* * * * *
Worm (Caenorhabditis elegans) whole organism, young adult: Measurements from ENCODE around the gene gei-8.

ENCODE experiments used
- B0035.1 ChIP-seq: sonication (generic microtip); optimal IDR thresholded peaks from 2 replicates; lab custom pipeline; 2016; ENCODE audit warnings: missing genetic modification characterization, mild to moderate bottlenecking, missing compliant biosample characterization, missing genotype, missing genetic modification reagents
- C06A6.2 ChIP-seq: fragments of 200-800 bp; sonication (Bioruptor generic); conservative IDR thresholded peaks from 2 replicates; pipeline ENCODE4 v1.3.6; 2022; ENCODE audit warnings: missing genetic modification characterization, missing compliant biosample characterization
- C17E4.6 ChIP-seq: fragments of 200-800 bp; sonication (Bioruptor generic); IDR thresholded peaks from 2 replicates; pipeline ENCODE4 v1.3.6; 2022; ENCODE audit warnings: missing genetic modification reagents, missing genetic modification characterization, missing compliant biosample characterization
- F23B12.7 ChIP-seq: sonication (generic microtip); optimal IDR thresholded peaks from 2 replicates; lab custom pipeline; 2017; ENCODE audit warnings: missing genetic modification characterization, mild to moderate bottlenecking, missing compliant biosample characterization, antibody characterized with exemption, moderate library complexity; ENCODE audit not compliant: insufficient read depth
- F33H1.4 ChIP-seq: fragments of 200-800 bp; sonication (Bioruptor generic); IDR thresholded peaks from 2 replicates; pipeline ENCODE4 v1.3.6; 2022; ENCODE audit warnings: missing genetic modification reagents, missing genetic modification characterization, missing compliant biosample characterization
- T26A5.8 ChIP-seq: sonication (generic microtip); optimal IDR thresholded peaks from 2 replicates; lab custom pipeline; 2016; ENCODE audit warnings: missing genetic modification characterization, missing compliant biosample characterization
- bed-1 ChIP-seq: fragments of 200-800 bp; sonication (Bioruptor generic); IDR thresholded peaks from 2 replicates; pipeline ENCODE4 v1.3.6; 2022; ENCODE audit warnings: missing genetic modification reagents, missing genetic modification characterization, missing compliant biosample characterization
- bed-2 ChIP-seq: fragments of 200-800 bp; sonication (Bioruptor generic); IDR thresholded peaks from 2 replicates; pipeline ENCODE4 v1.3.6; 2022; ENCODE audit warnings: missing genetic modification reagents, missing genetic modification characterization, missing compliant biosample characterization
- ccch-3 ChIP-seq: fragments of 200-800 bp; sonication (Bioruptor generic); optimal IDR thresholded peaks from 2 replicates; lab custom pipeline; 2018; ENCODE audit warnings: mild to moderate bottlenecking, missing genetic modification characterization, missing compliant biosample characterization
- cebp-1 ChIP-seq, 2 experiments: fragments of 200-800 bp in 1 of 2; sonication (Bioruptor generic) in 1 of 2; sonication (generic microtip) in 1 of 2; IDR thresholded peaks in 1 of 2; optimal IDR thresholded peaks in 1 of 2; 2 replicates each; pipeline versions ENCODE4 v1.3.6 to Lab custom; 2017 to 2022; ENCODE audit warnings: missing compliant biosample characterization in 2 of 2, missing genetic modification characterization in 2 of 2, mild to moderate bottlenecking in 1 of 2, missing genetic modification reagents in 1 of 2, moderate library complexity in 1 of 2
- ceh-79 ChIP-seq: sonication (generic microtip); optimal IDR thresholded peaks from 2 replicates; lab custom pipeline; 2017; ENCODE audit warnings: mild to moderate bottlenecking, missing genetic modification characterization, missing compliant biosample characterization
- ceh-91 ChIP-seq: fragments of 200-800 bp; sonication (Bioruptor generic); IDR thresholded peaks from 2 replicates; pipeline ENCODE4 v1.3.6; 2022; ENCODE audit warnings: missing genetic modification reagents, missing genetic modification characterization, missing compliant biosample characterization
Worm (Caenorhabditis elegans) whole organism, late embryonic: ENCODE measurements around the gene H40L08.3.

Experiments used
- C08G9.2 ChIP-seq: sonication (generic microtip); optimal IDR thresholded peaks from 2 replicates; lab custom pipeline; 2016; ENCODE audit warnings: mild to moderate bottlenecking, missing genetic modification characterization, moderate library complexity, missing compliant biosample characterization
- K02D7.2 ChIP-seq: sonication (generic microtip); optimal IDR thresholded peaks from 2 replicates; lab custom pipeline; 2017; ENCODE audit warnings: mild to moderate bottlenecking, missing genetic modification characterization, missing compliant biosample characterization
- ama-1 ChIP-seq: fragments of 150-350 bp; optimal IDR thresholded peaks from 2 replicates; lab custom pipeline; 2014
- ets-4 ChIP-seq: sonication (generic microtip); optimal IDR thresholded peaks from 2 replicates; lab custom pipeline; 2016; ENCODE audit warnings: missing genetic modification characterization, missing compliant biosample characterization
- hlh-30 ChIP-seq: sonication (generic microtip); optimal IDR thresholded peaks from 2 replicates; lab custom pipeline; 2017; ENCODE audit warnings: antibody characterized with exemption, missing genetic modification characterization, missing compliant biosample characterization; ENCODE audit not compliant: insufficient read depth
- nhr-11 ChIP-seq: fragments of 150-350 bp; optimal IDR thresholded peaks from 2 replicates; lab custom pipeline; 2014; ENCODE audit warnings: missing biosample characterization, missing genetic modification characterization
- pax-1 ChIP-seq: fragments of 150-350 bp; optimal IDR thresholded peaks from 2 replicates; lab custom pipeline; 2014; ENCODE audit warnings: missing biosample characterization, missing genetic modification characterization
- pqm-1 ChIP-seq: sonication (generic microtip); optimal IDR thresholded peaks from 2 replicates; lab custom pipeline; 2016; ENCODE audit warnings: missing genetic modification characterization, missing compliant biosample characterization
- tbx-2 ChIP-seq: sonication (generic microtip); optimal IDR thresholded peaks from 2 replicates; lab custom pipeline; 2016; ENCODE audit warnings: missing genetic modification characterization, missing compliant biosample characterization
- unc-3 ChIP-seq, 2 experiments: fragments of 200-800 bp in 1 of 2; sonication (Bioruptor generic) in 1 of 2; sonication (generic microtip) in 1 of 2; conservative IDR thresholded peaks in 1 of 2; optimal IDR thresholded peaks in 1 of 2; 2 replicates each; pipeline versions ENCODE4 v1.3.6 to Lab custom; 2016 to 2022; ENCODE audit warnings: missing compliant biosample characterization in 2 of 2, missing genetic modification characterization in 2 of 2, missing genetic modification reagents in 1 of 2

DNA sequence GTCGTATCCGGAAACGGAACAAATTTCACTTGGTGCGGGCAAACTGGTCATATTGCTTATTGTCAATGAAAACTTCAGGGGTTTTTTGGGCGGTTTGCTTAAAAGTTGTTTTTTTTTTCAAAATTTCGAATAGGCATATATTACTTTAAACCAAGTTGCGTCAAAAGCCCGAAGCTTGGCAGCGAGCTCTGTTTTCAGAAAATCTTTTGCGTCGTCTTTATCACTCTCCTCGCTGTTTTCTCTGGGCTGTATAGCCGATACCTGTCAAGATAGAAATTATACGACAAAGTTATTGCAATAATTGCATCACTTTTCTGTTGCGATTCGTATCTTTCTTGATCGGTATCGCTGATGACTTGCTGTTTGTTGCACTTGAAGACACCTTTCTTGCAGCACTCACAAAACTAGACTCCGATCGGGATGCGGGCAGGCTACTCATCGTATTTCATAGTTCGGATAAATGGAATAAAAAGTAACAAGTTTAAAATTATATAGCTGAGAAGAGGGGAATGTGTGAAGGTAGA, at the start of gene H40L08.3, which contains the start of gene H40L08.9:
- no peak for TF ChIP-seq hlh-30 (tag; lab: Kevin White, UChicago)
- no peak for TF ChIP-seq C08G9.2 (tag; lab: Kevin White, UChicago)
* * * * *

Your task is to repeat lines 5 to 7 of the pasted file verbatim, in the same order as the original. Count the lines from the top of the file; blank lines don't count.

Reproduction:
- C17E4.6 ChIP-seq: fragments of 200-800 bp; sonication (Bioruptor generic); IDR thresholded peaks from 2 replicates; pipeline ENCODE4 v1.3.6; 2022; ENCODE audit warnings: missing genetic modification reagents, missing genetic modification characterization, missing compliant biosample characterization
- F23B12.7 ChIP-seq: sonication (generic microtip); optimal IDR thresholded peaks from 2 replicates; lab custom pipeline; 2017; ENCODE audit warnings: missing genetic modification characterization, mild to moderate bottlenecking, missing compliant biosample characterization, antibody characterized with exemption, moderate library complexity; ENCODE audit not compliant: insufficient read depth
- F33H1.4 ChIP-seq: fragments of 200-800 bp; sonication (Bioruptor generic); IDR thresholded peaks from 2 replicates; pipeline ENCODE4 v1.3.6; 2022; ENCODE audit warnings: missing genetic modification reagents, missing genetic modification characterization, missing compliant biosample characterization